French pharmaceutical giant Sanofi-Aventis (S.A.) is recalling their Auvi-Q and Allerject auto-injectors in the United States (U.S.) and Canada, respectively for potentially inaccurate doses. Used for the treatment of anaphylaxis, a life-threatening allergic reaction, an inaccurate dose administered could be fatal.

On Oct. 28, Sanofi U.S. released the recall statement of Auvi-Q. The action involved pulling out all products covering both 0.15 mg and 0.3 mg varieties among consumers, retailers and hospitals. The recalled Auvi-Q batches include lot number 2299596 through 3037230 with expirations dates covering March 2016 through December 2016.

As of Oct. 26, Sanofi U.S. listed a total of 26 documented cases of supposed device failure out of an estimated 2,784,000 units across North America. To date, the company confirmed that no death reports have been received in the U.S. Sanofi is keeping the U.S. Food and Drug Administration (FDA) up to date with the recall endeavors, which approved Auvi-Q in August 2012.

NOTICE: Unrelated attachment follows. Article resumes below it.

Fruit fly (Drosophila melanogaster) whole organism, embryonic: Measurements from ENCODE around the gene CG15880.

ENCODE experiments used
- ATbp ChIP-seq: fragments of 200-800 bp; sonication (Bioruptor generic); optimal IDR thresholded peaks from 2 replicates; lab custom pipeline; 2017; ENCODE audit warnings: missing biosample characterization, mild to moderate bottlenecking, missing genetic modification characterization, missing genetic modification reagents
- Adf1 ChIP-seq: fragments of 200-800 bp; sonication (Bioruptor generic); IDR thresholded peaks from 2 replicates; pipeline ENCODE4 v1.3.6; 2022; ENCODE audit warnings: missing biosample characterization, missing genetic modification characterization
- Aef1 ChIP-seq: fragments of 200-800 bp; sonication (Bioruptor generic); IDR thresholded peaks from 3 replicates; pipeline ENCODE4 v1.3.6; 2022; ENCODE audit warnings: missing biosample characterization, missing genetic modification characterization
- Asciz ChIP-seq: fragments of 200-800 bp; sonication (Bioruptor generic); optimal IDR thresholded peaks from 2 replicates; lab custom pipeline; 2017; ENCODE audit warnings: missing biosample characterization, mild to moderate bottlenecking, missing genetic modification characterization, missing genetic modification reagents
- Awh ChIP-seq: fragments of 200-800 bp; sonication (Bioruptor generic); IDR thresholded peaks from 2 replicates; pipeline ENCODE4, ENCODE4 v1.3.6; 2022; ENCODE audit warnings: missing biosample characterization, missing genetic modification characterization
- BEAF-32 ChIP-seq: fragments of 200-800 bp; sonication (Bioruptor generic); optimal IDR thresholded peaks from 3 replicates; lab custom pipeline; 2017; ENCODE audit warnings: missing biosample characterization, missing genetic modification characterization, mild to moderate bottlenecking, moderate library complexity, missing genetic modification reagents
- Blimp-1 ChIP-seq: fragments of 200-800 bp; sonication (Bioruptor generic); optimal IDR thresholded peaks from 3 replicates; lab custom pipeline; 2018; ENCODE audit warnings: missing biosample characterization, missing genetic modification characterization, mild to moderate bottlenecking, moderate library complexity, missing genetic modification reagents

In Canada, the recall statement was also released on Oct. 28 for the pull out of Allerject, its Canadian counterpart. So far, the Canadian headquarters received nine cases of alleged device malfunctions from an estimated 492,000 units across the country.

In the documented reports, patients experienced hypersensitivity reaction. The French company noted that none of the device malfunctions cases have been confirmed.

"As this is a life-saving device, it is important that consumers understand not only to return the recalled device, but to get a replacement epinephrine auto-injector first," a Sanofi spokeswoman said in an emailed statement.

In both countries, customers are advised to reach their healthcare providers immediately to procure a substitute epinephrine auto-injector. However, since anaphylaxis could develop rapidly, customers should only use the Sanofi epinephrine auto-injectors if not substitute device is at hand and should call 911 or medical emergency services right away.

Customers are also advised to see their doctors should they experience hypersensitivity or any problems associated with the auto-injectors.

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